10 Ways to Amp Up Your Sunset and Sunrise Photography

a grove of tall palm trees in a line silhouetted by the colorful sunset and calm ocean

Denise Taylor / Getty Images

Let's face it — sunsets and sunrises are among the most cliché photography subjects ever, and yet for some reason, we keep coming back to them. Maybe it's the desire to capture and share the awe we experience from witnessing them, but there's something about these twice-daily sky shows that we can't resist documenting.

Since it's clear our infatuation with this genre isn't going anywhere, here are a few tips to infuse creativity into your sunset and sunrise photos so they really stand out.

1. Do your research

Sunrise over Manasquan Reservoir in Howell, New Jersey. (Photo: b k/Flickr)

Although nowadays it's easy to whip out your iPhone and snap a relatively good sunset photo on the spot, but a little bit of planning can make a world of a difference. For extreme precision, refer to SunCalc, which is a great tool for determining exactly when and where you need to situate yourself to get the best view of the sunrise or sunset — no matter where you are. (There's also a tool called MoonCalc if astrophotography is more your thing!)

2. Ignore the sun — it's the clouds you want

Brilliant hot pink clouds at sunset in Andalusia, Spain. (Photo: Hernán Piñera/Flickr)

When you really think about it, the beauty of sunsets and sunrises has little to do with the glowing ball of gas in the sky and everything to do with the color of the sky and clouds. Next time you whip out your camera to photograph a sunset, try to avoid the sun and instead focus on its colorful periphery.

3. Play around with dramatic silhouettes and perspective

silhouette of woman doing sitting yoga pose during yellow cloudy sunset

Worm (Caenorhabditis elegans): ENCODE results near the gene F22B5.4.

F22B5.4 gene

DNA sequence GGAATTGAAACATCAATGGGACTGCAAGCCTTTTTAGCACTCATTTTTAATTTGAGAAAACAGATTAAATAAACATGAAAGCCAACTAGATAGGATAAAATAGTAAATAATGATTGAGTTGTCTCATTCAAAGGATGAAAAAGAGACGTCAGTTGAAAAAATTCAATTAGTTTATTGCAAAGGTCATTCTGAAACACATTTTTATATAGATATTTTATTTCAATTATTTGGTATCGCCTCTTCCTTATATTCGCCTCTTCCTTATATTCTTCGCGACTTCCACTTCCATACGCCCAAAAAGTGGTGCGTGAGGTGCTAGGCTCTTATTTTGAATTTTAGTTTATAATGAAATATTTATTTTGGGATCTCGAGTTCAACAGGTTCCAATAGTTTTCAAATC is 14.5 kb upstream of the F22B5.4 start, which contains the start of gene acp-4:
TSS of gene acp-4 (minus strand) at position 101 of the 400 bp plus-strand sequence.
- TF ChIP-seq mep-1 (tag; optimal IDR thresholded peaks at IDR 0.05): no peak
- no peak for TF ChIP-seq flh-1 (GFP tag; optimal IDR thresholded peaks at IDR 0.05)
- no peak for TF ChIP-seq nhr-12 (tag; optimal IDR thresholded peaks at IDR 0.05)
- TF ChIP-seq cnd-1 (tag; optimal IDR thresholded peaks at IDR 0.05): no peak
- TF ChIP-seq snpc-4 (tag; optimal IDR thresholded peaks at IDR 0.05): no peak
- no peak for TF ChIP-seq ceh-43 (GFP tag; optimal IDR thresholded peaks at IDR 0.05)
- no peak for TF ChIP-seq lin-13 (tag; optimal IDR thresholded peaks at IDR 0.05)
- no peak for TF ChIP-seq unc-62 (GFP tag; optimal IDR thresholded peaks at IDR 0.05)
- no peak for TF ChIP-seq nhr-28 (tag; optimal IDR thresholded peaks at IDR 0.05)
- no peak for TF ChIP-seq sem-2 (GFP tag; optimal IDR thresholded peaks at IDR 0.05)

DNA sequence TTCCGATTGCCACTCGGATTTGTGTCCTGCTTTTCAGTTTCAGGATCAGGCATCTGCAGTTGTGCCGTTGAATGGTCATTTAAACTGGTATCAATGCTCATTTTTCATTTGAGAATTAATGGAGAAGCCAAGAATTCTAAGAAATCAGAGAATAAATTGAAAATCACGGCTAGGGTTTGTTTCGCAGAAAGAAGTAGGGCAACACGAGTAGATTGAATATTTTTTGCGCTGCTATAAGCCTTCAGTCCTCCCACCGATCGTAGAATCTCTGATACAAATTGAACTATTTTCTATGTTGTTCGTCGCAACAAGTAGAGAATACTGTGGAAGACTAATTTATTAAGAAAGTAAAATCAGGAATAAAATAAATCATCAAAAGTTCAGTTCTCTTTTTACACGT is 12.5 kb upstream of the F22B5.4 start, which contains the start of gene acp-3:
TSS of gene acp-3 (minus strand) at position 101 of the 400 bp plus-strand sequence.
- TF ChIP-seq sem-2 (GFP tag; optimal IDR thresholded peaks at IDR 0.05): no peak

sutiporn somnam / Getty Images

Although it can take a bit of maneuvering and coaching to get your model lined up just right, this trusty sunset silhouette trick never gets old.

4. Capture the sky's brilliant colors in a watery reflection

Wooden piles at the beach during pink sunset with the sky reflected in the sea

the_burtons / Getty Images

Why have just one sunset when you can have two?

5. Break out a longer lens

A telephoto lens zeroes in on a container ship as it passes near the rising sun on the horizon near Wollongong, Australia. (Photo: Luke Peterson/Flickr)

Ever wonder how photographers capture photos in which the sun (or moon) appears unnaturally large compared to the surroundings? You can thank a telephoto lens for that! These special lenses can magnify earthly landscapes while simultaneously foreshortening the appearance of celestial objects.

6. Take advantage of your city's street grid

Manhattanhenge occurs when setting sun aligns with the east–west streets of the main street grid in NYC

JaysonPhotography / Getty Images

The streets of many modern cities are planned out with mathematical precision, making jawdropping phenomena like New York City's Manhattanhenge a visual possibility.

7. Hang around (or get up extra early) to photograph the blue hour

The blur hour in the Norwegian city of Trondheim. (Photo: Rudy Balasko/Shutterstock)

Sunset and sunrises generally occur during the ever popular golden hour, but don't discount the eerie beauty of the blue hour's twilight!

8. Make the most of a bad situation

A sunset fueled by wildfire smoke in Seedskadee National Wildlife Refuge. (Photo: Tom Koerner/USFWS)

Despite the obvious danger they pose, wildfires are a boon for photographers due to the heavy smoke that alters the appearance of the atmosphere at twilight hours.

9. Focus in on wildlife

A heron perches itself on a rocky shore in Mexico as the sun sets on the horizon. (Photo: Steve Jurvetson/Flickr)

Dodge the cliché of sunset photography by framing it as an opportunity to hone your wildlife photography skills!

10. Go minimalist

A minimalist sunset photo over a body of water. (Photo: Bengt Nyman/Flickr)

Never underestimate the power of keeping it simple and clean. This "less is more" approach can have a major impact.